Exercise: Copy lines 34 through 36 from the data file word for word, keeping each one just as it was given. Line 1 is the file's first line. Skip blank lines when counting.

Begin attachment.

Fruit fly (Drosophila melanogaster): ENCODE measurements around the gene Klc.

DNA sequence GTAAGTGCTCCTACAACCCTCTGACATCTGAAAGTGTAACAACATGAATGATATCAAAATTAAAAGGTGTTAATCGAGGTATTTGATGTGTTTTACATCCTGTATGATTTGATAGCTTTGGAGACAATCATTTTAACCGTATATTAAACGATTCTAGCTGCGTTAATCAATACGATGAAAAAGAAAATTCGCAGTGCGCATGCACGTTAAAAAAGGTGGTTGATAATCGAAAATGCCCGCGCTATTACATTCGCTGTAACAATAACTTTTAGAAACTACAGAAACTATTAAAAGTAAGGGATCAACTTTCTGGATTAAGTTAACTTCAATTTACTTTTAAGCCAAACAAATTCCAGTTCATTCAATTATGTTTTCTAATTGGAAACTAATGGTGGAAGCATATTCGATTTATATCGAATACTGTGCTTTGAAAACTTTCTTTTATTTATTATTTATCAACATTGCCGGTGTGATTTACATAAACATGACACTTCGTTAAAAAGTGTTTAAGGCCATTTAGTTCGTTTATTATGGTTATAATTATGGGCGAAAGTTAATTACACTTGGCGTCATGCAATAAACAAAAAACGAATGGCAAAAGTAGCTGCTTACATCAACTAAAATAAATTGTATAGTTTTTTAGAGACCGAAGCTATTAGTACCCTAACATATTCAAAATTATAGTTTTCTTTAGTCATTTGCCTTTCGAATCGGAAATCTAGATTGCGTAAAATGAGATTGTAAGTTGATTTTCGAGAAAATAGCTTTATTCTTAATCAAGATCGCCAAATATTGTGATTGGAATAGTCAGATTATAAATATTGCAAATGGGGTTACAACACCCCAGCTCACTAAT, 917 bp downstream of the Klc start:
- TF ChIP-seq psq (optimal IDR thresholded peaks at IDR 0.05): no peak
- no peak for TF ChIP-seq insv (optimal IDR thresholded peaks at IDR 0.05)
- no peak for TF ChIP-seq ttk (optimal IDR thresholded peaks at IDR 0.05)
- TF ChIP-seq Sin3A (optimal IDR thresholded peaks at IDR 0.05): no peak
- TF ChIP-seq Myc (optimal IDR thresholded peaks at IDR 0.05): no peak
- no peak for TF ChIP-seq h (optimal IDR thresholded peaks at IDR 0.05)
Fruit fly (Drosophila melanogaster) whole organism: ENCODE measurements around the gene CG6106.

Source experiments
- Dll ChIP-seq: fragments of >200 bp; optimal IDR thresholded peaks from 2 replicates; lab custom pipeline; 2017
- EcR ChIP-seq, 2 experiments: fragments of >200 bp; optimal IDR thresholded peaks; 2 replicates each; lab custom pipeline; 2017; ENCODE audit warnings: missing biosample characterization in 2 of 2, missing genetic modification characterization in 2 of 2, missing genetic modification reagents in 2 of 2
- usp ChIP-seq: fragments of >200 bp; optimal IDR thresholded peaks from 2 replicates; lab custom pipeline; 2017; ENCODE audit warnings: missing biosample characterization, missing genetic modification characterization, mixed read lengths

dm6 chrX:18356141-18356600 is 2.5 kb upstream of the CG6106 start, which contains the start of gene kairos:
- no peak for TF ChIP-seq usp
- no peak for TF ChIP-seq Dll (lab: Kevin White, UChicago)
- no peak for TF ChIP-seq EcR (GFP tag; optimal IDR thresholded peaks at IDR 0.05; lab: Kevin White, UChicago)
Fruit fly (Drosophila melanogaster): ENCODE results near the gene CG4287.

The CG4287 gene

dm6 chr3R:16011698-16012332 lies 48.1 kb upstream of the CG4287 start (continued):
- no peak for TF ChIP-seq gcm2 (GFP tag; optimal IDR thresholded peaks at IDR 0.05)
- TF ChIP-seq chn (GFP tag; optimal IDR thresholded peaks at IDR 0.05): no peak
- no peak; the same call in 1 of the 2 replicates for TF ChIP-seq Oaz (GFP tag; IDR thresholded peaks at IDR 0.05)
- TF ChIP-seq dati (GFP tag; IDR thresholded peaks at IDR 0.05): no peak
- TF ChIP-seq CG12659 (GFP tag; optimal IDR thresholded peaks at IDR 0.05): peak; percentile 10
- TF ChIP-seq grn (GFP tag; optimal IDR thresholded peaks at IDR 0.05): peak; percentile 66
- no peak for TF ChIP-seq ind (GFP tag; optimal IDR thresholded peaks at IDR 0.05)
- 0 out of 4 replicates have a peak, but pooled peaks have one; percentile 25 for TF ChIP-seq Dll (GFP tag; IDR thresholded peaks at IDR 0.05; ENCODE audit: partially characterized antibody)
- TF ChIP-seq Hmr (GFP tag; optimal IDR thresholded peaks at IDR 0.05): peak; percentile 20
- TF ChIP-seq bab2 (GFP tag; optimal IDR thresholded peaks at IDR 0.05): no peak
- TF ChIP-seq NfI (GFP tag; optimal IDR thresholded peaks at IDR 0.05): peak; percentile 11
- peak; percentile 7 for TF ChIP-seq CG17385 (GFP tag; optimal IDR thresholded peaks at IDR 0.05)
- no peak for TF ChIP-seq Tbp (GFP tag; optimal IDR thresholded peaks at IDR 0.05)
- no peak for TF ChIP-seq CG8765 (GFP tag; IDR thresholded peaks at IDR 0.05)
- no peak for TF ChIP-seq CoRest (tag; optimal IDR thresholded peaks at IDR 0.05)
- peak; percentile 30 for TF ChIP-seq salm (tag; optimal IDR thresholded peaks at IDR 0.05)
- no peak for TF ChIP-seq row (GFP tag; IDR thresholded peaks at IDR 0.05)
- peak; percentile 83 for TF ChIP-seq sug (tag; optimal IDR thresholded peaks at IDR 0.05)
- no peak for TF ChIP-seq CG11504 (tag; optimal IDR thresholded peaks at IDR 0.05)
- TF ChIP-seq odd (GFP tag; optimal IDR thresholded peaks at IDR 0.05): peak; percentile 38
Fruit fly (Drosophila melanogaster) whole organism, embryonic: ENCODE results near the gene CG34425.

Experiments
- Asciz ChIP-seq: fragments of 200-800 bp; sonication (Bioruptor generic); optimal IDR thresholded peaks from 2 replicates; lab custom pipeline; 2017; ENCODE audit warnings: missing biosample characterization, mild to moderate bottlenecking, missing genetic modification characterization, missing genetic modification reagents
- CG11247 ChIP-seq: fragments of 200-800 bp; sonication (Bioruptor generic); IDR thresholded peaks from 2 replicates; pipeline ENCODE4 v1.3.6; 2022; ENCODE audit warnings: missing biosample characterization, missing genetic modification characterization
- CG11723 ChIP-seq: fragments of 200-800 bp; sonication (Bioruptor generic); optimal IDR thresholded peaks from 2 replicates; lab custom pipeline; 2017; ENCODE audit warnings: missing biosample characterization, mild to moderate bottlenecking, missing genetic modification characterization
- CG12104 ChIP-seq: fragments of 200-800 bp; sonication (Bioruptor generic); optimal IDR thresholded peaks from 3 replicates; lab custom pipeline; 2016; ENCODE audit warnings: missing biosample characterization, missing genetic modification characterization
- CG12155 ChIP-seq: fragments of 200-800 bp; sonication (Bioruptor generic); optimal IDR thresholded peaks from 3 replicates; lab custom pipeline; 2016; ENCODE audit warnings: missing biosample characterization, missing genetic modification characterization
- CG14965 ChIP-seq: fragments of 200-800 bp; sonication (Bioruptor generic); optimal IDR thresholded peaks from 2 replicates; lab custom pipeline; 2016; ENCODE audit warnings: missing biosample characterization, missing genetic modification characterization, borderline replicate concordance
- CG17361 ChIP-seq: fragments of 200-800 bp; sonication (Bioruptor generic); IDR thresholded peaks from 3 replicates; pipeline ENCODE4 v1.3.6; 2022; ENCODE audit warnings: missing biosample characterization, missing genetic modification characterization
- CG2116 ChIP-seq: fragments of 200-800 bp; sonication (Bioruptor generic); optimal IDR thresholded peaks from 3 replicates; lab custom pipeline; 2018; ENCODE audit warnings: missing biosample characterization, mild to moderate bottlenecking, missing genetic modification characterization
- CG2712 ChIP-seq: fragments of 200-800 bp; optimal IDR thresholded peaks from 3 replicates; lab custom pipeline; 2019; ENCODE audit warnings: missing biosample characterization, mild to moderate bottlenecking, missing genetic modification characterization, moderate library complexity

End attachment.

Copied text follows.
- no peak for TF ChIP-seq CG8765 (GFP tag; IDR thresholded peaks at IDR 0.05)
- no peak for TF ChIP-seq CoRest (tag; optimal IDR thresholded peaks at IDR 0.05)
- peak; percentile 30 for TF ChIP-seq salm (tag; optimal IDR thresholded peaks at IDR 0.05)